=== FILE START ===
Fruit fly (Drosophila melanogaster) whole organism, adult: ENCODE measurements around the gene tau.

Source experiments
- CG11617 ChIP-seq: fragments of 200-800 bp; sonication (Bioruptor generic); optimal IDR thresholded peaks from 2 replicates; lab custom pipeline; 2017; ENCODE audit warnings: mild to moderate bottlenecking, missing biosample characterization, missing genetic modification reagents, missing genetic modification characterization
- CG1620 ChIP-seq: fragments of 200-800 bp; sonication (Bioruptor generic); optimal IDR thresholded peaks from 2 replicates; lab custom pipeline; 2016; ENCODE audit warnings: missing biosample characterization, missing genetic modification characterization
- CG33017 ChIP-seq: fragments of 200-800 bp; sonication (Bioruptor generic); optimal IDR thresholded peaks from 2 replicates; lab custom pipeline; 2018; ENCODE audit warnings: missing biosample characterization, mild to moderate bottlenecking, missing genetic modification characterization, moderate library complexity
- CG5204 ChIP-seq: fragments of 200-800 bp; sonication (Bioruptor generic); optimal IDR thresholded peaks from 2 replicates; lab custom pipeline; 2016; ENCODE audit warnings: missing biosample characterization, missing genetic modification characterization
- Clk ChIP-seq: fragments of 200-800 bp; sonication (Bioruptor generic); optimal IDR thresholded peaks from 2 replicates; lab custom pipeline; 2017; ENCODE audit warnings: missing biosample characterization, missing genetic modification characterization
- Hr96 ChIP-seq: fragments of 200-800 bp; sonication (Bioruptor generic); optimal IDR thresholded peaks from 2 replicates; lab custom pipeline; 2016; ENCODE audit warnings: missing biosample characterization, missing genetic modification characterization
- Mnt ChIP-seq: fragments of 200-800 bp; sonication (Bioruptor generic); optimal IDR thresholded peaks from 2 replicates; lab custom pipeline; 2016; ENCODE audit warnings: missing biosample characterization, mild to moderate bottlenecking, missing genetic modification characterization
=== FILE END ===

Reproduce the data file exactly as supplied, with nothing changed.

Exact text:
Fruit fly (Drosophila melanogaster) whole organism, adult: ENCODE measurements around the gene tau.

Source experiments
- CG11617 ChIP-seq: fragments of 200-800 bp; sonication (Bioruptor generic); optimal IDR thresholded peaks from 2 replicates; lab custom pipeline; 2017; ENCODE audit warnings: mild to moderate bottlenecking, missing biosample characterization, missing genetic modification reagents, missing genetic modification characterization
- CG1620 ChIP-seq: fragments of 200-800 bp; sonication (Bioruptor generic); optimal IDR thresholded peaks from 2 replicates; lab custom pipeline; 2016; ENCODE audit warnings: missing biosample characterization, missing genetic modification characterization
- CG33017 ChIP-seq: fragments of 200-800 bp; sonication (Bioruptor generic); optimal IDR thresholded peaks from 2 replicates; lab custom pipeline; 2018; ENCODE audit warnings: missing biosample characterization, mild to moderate bottlenecking, missing genetic modification characterization, moderate library complexity
- CG5204 ChIP-seq: fragments of 200-800 bp; sonication (Bioruptor generic); optimal IDR thresholded peaks from 2 replicates; lab custom pipeline; 2016; ENCODE audit warnings: missing biosample characterization, missing genetic modification characterization
- Clk ChIP-seq: fragments of 200-800 bp; sonication (Bioruptor generic); optimal IDR thresholded peaks from 2 replicates; lab custom pipeline; 2017; ENCODE audit warnings: missing biosample characterization, missing genetic modification characterization
- Hr96 ChIP-seq: fragments of 200-800 bp; sonication (Bioruptor generic); optimal IDR thresholded peaks from 2 replicates; lab custom pipeline; 2016; ENCODE audit warnings: missing biosample characterization, missing genetic modification characterization
- Mnt ChIP-seq: fragments of 200-800 bp; sonication (Bioruptor generic); optimal IDR thresholded peaks from 2 replicates; lab custom pipeline; 2016; ENCODE audit warnings: missing biosample characterization, mild to moderate bottlenecking, missing genetic modification characterization